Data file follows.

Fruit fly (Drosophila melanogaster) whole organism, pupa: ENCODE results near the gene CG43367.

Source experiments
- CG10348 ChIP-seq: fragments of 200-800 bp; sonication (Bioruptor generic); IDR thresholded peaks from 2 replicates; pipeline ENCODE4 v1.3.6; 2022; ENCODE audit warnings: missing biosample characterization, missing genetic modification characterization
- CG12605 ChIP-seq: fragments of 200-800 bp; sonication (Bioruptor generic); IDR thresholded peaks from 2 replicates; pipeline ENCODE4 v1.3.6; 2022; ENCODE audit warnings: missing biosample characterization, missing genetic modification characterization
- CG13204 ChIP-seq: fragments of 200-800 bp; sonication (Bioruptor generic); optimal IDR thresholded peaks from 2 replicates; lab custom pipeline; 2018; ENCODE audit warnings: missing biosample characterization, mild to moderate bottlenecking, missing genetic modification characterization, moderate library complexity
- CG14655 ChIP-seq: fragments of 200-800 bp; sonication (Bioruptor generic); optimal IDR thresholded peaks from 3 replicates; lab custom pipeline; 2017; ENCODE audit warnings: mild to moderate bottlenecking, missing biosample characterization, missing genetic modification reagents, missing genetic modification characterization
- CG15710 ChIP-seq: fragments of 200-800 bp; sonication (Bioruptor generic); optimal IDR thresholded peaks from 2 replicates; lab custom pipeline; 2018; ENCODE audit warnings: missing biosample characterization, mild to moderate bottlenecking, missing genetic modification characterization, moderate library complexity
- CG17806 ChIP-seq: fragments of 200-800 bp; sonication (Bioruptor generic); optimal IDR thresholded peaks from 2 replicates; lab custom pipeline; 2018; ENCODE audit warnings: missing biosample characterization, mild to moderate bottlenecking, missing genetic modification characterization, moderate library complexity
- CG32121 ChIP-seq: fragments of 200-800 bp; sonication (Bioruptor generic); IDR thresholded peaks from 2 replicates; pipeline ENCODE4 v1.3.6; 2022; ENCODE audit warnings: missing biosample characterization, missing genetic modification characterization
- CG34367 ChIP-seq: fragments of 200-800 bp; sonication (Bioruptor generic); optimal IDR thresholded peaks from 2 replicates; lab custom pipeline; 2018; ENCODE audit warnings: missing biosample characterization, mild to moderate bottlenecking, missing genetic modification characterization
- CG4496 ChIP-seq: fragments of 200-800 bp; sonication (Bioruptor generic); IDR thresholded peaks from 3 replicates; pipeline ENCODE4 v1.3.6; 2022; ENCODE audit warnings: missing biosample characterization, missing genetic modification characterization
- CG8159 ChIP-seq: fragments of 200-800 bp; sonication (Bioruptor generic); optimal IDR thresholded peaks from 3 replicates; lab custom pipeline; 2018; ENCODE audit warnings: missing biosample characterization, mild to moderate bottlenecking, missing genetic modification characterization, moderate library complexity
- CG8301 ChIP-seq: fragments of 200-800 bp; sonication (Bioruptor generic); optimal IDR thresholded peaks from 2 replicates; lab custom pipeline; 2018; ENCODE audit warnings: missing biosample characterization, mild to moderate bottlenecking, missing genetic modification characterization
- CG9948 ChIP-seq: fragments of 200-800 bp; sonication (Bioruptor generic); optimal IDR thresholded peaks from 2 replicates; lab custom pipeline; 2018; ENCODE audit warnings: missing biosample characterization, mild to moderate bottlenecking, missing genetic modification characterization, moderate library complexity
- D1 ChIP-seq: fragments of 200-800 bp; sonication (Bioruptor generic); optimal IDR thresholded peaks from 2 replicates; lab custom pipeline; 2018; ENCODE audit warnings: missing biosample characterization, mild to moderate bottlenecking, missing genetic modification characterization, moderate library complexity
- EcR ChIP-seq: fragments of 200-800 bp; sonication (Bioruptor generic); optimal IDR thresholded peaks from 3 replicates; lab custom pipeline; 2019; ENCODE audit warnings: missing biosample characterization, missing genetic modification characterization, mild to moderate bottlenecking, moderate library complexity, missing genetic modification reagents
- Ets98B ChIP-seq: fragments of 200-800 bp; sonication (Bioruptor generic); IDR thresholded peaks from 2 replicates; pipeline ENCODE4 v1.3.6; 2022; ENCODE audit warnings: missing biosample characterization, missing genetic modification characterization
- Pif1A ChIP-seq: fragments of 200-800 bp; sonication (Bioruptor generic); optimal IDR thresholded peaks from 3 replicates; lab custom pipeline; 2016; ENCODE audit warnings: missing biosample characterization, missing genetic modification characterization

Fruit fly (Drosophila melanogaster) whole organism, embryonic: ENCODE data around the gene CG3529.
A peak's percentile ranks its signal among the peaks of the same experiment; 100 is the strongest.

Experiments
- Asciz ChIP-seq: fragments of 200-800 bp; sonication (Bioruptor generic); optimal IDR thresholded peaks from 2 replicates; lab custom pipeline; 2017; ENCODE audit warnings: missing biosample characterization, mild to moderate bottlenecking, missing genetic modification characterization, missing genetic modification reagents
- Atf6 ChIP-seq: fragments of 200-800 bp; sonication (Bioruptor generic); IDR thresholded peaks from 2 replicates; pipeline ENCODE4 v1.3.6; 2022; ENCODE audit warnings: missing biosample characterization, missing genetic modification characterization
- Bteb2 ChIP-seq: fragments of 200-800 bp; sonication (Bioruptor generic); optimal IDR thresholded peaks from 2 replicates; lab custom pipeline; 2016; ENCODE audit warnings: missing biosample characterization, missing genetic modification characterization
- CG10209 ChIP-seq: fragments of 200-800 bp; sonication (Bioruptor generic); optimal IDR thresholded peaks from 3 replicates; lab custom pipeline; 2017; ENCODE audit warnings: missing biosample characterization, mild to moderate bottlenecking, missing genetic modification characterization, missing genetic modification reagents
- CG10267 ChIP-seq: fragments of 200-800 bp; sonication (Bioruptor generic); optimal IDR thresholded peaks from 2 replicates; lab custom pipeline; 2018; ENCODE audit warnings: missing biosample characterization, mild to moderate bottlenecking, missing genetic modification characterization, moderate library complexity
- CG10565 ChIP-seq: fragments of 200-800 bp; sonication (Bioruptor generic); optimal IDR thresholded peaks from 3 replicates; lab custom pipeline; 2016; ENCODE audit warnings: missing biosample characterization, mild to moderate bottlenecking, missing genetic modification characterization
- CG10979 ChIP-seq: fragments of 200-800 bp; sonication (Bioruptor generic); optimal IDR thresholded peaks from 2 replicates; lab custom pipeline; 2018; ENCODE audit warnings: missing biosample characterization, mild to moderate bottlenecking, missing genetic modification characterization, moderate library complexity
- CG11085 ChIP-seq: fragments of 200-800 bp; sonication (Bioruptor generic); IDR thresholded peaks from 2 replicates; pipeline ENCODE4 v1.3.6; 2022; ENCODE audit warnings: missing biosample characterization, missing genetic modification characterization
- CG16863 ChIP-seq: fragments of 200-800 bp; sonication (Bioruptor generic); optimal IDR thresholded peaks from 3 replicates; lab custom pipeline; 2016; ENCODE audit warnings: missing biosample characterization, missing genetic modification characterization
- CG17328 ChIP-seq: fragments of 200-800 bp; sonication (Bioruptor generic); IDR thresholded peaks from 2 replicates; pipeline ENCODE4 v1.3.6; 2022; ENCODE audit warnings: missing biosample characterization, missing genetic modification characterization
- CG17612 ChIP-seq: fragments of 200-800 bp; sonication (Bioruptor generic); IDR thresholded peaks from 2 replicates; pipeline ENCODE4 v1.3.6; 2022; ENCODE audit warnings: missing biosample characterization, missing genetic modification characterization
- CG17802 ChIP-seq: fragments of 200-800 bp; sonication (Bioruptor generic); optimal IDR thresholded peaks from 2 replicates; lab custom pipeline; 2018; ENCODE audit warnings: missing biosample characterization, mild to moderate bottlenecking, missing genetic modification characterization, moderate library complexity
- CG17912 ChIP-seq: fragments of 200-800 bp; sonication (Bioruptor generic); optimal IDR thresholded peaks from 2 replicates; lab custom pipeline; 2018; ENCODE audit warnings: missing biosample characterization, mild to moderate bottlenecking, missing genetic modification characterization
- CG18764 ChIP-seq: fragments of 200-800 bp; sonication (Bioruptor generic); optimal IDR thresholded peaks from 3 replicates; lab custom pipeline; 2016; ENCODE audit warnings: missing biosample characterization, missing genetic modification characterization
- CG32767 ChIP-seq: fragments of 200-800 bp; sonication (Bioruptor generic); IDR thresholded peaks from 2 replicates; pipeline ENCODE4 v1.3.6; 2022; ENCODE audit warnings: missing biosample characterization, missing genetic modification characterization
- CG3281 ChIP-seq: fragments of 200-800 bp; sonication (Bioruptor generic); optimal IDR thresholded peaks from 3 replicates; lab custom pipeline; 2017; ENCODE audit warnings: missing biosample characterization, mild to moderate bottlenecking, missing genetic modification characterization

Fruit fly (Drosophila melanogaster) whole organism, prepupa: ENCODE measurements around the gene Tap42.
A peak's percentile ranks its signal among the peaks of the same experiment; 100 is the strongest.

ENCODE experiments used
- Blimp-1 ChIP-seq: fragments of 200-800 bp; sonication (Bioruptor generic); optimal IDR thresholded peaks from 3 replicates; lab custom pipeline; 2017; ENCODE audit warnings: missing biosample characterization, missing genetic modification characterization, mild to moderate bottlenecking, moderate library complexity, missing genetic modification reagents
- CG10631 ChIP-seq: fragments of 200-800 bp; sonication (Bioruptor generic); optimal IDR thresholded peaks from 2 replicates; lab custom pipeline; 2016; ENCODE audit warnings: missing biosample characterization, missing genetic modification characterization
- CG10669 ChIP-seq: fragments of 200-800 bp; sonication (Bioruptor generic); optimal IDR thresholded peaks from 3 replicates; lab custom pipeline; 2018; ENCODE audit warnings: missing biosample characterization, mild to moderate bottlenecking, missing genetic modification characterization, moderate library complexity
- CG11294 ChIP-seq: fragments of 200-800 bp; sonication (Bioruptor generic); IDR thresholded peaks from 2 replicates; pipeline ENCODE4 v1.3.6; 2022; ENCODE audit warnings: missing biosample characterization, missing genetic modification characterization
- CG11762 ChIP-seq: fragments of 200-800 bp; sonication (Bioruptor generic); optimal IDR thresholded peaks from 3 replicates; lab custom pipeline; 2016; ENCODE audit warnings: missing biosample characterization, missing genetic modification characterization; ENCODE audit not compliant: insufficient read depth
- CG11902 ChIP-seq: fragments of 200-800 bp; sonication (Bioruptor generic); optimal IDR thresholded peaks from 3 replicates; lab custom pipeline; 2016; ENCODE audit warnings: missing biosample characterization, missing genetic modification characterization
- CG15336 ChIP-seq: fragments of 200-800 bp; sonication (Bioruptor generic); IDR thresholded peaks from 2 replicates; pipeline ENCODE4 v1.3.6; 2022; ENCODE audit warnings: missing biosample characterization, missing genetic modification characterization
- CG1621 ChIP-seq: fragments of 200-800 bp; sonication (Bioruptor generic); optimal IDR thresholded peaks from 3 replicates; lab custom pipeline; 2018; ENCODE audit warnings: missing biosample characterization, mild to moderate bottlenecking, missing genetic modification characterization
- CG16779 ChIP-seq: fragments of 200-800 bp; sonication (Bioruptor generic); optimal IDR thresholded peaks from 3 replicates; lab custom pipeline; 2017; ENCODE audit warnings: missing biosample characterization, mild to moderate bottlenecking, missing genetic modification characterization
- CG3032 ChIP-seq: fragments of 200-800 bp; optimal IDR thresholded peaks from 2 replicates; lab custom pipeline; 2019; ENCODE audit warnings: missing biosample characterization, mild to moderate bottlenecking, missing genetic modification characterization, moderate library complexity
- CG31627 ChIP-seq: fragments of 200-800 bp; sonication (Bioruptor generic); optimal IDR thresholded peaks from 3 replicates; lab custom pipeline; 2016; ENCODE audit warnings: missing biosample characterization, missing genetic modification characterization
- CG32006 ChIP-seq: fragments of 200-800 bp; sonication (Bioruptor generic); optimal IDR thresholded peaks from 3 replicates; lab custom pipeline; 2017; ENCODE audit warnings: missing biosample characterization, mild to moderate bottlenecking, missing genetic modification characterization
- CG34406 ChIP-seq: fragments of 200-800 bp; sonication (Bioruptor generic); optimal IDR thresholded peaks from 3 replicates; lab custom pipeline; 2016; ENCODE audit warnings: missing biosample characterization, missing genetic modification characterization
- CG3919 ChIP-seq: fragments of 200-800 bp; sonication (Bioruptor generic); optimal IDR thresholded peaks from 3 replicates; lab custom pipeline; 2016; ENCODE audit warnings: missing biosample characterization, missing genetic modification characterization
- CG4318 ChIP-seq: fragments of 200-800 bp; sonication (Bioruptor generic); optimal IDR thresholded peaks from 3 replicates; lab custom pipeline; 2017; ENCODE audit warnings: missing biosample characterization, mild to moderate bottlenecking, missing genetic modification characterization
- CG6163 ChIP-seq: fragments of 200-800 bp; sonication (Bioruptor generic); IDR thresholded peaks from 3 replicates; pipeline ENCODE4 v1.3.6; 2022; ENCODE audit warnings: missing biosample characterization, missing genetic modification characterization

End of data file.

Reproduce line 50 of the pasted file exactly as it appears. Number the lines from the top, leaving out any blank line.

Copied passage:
- CG3032 ChIP-seq: fragments of 200-800 bp; optimal IDR thresholded peaks from 2 replicates; lab custom pipeline; 2019; ENCODE audit warnings: missing biosample characterization, mild to moderate bottlenecking, missing genetic modification characterization, moderate library complexity